Great Stocks Don’t Make You Think!

This article was written by The Motley Fool’s co-founder, David Gardner in 2008. It was first published on, and edited for 

My greatest financial investment thus far is providing the start-up capital for my company The Motley Fool. I’m not here to write about that today — maybe another time.

I’m here today to share the secret behind the second greatest financial investment I have yet made: The shares of America Online (now Time Warner (NYSE:TWX) that I bought in 1994.

By March 2000, I had made nearly 200 times my cost of just six years before. A 200-bagger! Ever had one of those — purchased as a young person in your 20s? Quite a heady impression it made on me — talk about creating a lifelong love affair with stocks.

I hope I catch another 200-bagger sometime again. But this article isn’t about hope. It’s about how. You ready?

Don’t make me think!
First, by way of explanation, let me tell you about the best book I’ve read so far in 2008. It’s called Don’t Make Me Think!, by Steve Krug, and as near as I can remember, it contains no mention of the stock market, investing, or 200-baggers. It’s just a very readable, insightful book on Web design.

Don’t Make Me Think! is not just a catchy title; it’s author Steve Krug’s first law of making a great Web page that is easy to use. He writes:

People often ask me: “What’s the most important thing I should do if I want to make sure my Web site is easy to use?” The answer is simple. It’s not, “Nothing important should ever be more than two clicks away,” or “Speak the user’s language,” or even “Be consistent.” It’s … “Don’t make me think!” … It means that as far as humanly possible, when I look at a Web page it should be self-evident. Obvious. Self-explanatory.

My single strongest piece of investment advice — distilled from more than 2 million Motley Fool books sold over the past decade — is almost the exact same point. It goes something like this: Great stocks shouldn’t make you think. When we look at a great stock it should be self-evident. Obvious. Self-explanatory.

Better — shorter — than Lynch’s two-minute drill
Does that sound simplistic? Outrageous? Famed fund manager Peter Lynch stated that we should all be able to explain our reasons for owning a stock in a two-minute pitch. Lynch is counseling us to “Keep it simple, stupid.” If you can’t explain to a friend in two minutes why you own any given stock in your portfolio, the implication is clear: Sell that stock.

I like Lynch’s point. He’s talking about understanding before acting, which leads to better actions. It’s certainly helped me. But now let me help you. I want to go a bit further — I want us to go beyond Lynch, looking not just for good actions, good stocks. We’re now looking for greatstocks. So here’s my attempt at a eureka moment:

Great stocks — those that are the true leaders of real emerging industries — don’t take 60 seconds to explain. They take one sentence to explain. If you can’t communicate convincingly to a friend in a sentence, even a mere phrase, why she should own this stock over the next five years, chances are it’s not a great stock. It might be a good stock, or a winning stock (and no complaints about that), but it won’t be a great stock.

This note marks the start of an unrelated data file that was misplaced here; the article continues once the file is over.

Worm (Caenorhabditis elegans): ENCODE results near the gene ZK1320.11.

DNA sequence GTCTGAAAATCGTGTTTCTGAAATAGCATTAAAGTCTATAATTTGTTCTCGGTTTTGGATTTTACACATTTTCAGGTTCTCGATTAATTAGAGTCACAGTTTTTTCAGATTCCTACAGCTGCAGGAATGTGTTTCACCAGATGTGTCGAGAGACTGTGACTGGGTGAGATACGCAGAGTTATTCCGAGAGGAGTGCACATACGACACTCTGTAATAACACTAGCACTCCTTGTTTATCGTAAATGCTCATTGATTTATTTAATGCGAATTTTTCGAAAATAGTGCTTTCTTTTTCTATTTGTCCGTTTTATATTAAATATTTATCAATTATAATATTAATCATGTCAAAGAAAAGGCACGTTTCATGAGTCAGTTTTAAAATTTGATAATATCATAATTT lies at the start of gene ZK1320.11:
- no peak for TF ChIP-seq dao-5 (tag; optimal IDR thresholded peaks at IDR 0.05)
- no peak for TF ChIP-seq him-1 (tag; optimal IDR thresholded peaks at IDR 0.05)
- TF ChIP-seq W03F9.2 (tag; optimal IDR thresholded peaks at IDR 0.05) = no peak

Proof by example
Back to America Online. Let’s do our one sentence: The 1990s were the decade that America went Online. How could you not own shares?

Ready for more greatness? Try video games: “Entertainment is becoming interactive, and video games will outsell the box office.”

This simple sentence has netted Motley Fool Stock Advisor members a five-bagger, and counting, in GameStop (NYSE: GME) . My March 2003 recommendation of Activision (Nasdaq: ATVI) — hitting its five-year anniversary this month — is now a seven-bagger … and counting. Great stocks can — and often do — ride the same trend.

Are you getting the hang of this?

Do you see how “don’t make me think” stocks — what I have previously called the “obvious greats” — work? They lead you to the best investments of your generation, when bought early and held patiently for long periods of time. Google (Nasdaq: GOOG) investors know exactly what I’m talking about. Even with the stock down more than 40% from its 52-week high, Google is still a five-bagger and counting, from its 2004 IPO.

And then there’s capitalism spreading in China, one of the great stories of our time. It’s analogous in its own way to the dawn of the Internet, in terms of the opportunities for investors.

Over at my Motley Fool Rule Breakers, we’ve been calling (Nasdaq: BIDU) the “Google of China” for some time now — a phrase that clearly passes my one-sentence test. Baidu was the top-performing Nasdaq 100 stock last year (up more than 245%), and it’s still worth less than 1/15th of Google itself — yet it has 74% of the search engine market share in China.

What’s your line?
My intent here is not to suggest you buy Google today or hop aboard the Activision train or go load up on (God forbid) Time Warner. Nope. I’m here to shine a bright light on the mostly right-brained, big-picture thinking — or lack of over-thinking — that will improve your chances of finding the next great stocks of this generation.

So what sentences might you have in mind? (One hint: New energy sources.) And remember — if you can’t say it in a single sentence, don’t bother pitching it to me too hard.

Read how this investing advice can be applied to the Singapore context here!

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Fool co-founder David Gardner owns shares of Time Warner, Activision, GameStop, and Time Warner, GameStop, and Activision are Motley Fool Stock Advisor recommendations. Baidu is a Rule Breakers pick. The information provided is for general information purposes only and is not intended to be personalised investment or financial advice.